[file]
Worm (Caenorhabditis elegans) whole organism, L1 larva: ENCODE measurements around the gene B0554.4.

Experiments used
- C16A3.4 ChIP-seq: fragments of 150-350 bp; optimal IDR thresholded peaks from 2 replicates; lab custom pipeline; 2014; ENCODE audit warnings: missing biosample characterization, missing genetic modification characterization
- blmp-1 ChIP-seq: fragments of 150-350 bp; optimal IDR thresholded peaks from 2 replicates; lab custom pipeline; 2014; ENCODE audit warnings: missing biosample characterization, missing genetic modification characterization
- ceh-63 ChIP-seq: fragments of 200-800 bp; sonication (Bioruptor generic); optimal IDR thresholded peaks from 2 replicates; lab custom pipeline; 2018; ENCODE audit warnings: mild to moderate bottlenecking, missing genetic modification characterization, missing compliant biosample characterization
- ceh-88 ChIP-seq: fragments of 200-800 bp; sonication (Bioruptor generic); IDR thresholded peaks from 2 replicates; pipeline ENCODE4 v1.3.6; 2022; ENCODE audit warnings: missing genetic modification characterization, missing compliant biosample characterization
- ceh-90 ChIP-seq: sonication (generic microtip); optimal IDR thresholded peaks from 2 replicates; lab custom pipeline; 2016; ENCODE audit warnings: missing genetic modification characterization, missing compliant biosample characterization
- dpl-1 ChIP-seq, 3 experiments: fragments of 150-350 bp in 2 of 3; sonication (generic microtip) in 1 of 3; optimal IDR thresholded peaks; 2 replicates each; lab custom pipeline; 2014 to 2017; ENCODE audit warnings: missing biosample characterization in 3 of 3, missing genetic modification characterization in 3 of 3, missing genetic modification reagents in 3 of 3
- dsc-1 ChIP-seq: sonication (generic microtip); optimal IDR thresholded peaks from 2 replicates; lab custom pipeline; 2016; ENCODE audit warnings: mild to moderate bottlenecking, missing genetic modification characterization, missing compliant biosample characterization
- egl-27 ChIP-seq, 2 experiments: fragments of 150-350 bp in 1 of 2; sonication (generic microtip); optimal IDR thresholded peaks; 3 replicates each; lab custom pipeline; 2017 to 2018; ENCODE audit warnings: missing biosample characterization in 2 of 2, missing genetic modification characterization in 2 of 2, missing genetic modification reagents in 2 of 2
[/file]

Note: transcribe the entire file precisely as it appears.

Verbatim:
Worm (Caenorhabditis elegans) whole organism, L1 larva: ENCODE measurements around the gene B0554.4.

Experiments used
- C16A3.4 ChIP-seq: fragments of 150-350 bp; optimal IDR thresholded peaks from 2 replicates; lab custom pipeline; 2014; ENCODE audit warnings: missing biosample characterization, missing genetic modification characterization
- blmp-1 ChIP-seq: fragments of 150-350 bp; optimal IDR thresholded peaks from 2 replicates; lab custom pipeline; 2014; ENCODE audit warnings: missing biosample characterization, missing genetic modification characterization
- ceh-63 ChIP-seq: fragments of 200-800 bp; sonication (Bioruptor generic); optimal IDR thresholded peaks from 2 replicates; lab custom pipeline; 2018; ENCODE audit warnings: mild to moderate bottlenecking, missing genetic modification characterization, missing compliant biosample characterization
- ceh-88 ChIP-seq: fragments of 200-800 bp; sonication (Bioruptor generic); IDR thresholded peaks from 2 replicates; pipeline ENCODE4 v1.3.6; 2022; ENCODE audit warnings: missing genetic modification characterization, missing compliant biosample characterization
- ceh-90 ChIP-seq: sonication (generic microtip); optimal IDR thresholded peaks from 2 replicates; lab custom pipeline; 2016; ENCODE audit warnings: missing genetic modification characterization, missing compliant biosample characterization
- dpl-1 ChIP-seq, 3 experiments: fragments of 150-350 bp in 2 of 3; sonication (generic microtip) in 1 of 3; optimal IDR thresholded peaks; 2 replicates each; lab custom pipeline; 2014 to 2017; ENCODE audit warnings: missing biosample characterization in 3 of 3, missing genetic modification characterization in 3 of 3, missing genetic modification reagents in 3 of 3
- dsc-1 ChIP-seq: sonication (generic microtip); optimal IDR thresholded peaks from 2 replicates; lab custom pipeline; 2016; ENCODE audit warnings: mild to moderate bottlenecking, missing genetic modification characterization, missing compliant biosample characterization
- egl-27 ChIP-seq, 2 experiments: fragments of 150-350 bp in 1 of 2; sonication (generic microtip); optimal IDR thresholded peaks; 3 replicates each; lab custom pipeline; 2017 to 2018; ENCODE audit warnings: missing biosample characterization in 2 of 2, missing genetic modification characterization in 2 of 2, missing genetic modification reagents in 2 of 2